Sometimes legislative proposals appear to be straight-forward, commonsense fixes aimed to help consumers with a problem. And sometimes these legislative answers to complex problems are just plain wrong. The so-called “Digital Fair Repair Act” is just such a piece of legislation – something that seems like a simple consumer right that in reality can be a very dangerous “fix”, especially to unsuspecting women, unaware of the unintended consequences of hastily passed legislation.
Several states have considered but rejected legislation that would mandate that producers of electronic devices provide repair shops with unfettered access to consumers’ electronic devices, such as your iPhone or laptop, and related personal information.
There are several reasons why these mandates are a bad idea, starting with the fact that many of these so-called “right-to-repair” proposals are unconstitutional. Federal copyright laws protect computer programs and “preempt[s] any conflicting state laws under the Constitution.” Moreover, many of these “right-to-repair” bills would mandate the disclosure of proprietary codes for operating systems, “’digital locks that protect these computer programs from unauthorized access and copying,” to name just two of the primary reasons these overly broad mandates are a violation of the protections provided in the Constitution.
But as a matter of policy, these so-called “right-to-repair” laws can be downright dangerous for women. Released late last year, a new study “found that privacy violations occurred at least 50 percent of the time” when unsuspecting consumers utilized local consumer electronic repair shops. Furthermore, devices owned by women “were more likely to be snooped on, and that snooping tended to seek more sensitive data, including both sexually revealing and non-sexual pictures, documents, and financial information.”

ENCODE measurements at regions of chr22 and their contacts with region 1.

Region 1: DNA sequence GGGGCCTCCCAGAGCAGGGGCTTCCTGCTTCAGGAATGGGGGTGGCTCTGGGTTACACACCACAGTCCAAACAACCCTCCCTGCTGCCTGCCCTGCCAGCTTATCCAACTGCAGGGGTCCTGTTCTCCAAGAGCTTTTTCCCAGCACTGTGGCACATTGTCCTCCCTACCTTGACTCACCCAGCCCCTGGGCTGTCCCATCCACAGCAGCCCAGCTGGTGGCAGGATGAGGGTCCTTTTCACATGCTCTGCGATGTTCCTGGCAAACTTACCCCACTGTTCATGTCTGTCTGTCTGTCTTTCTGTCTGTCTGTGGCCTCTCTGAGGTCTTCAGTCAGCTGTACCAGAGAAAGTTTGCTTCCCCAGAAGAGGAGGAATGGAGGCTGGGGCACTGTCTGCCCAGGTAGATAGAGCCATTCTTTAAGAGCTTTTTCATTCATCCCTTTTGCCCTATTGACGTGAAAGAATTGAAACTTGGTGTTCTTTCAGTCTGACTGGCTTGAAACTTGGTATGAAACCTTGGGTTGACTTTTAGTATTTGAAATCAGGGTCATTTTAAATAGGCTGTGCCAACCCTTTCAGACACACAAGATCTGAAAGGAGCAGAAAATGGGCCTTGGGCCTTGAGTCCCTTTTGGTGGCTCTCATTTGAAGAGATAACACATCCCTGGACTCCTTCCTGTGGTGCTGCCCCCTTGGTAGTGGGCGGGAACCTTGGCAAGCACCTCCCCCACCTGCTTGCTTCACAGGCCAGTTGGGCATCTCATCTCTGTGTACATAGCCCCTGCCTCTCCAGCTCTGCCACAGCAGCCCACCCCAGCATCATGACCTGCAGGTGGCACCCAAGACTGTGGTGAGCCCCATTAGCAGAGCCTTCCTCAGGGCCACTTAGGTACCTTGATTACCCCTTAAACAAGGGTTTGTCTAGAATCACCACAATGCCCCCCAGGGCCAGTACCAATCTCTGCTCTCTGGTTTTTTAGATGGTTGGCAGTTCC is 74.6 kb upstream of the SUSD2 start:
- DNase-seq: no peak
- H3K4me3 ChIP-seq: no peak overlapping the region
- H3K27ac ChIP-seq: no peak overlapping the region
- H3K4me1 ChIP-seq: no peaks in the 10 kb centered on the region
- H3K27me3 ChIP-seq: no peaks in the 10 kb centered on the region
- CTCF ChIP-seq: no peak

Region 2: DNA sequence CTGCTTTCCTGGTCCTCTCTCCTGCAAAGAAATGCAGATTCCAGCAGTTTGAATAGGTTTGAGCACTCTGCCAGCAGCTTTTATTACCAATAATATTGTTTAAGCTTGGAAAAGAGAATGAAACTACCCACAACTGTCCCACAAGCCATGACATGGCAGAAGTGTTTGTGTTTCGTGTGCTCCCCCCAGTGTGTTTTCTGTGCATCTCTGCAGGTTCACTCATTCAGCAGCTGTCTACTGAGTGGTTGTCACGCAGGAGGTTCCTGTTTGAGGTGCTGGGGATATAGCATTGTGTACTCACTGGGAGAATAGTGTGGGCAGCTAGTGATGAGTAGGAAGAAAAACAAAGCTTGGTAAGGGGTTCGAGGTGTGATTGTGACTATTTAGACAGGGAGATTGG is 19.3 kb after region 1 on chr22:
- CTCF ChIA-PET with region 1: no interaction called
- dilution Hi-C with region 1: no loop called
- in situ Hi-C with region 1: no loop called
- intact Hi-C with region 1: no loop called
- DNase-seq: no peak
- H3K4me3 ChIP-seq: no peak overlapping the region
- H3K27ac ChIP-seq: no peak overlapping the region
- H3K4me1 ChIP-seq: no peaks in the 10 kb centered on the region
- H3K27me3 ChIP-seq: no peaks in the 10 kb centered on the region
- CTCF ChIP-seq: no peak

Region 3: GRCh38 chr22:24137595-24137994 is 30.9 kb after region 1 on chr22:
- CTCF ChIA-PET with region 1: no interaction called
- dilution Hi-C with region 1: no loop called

Researchers from the University of Guelph in Canada who conducted the study, were shocked by the research findings. Conducted from October through December 2021 in Ontario, researchers found that privacy violations occurred including accessing documents, photos, finance folders and customers browsing history. In two instances where the customers waited while the repair was completed, no intrusive privacy violation occurred. But otherwise, over half of the unsuspecting consumers found that “copying of data” occurred – meaning that the repair shop downloaded personal data without the consumer’s permission or knowledge.
My smartphone, laptop and tablet contain personal healthcare and financial data not only for me but also for my family. When a consumer electronic device needs to be fixed, repaired or replaced, I want assurances such as I receive from an authorized repair made by the manufacturer, that my personal data will not be viewed, not copied nor shared with strangers.
The current legislation being rushed through the Minnesota legislature — HF 1337 in the House / SF 1598 in the Senate — doesn’t provide any of these privacy assurances and should strike fear in consumers who dare to believe otherwise.